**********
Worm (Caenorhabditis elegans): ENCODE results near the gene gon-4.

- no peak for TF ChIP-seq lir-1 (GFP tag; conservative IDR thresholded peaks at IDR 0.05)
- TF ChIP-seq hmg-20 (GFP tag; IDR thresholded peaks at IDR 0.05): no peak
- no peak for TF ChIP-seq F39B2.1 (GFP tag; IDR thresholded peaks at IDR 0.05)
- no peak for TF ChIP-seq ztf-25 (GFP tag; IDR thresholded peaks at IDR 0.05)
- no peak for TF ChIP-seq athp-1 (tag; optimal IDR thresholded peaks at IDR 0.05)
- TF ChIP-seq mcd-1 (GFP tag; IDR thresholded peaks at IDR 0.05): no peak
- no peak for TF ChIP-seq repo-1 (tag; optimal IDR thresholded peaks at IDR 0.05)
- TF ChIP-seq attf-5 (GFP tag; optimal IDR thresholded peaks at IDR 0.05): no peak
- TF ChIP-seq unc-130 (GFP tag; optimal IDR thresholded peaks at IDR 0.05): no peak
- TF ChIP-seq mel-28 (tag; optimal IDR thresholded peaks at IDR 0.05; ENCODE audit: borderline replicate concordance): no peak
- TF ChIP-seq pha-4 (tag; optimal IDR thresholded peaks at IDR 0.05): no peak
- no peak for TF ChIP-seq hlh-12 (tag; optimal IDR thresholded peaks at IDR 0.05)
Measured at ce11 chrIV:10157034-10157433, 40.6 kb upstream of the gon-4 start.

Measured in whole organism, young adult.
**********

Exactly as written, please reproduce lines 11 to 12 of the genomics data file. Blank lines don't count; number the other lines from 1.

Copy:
- TF ChIP-seq mel-28 (tag; optimal IDR thresholded peaks at IDR 0.05; ENCODE audit: borderline replicate concordance): no peak
- TF ChIP-seq pha-4 (tag; optimal IDR thresholded peaks at IDR 0.05): no peak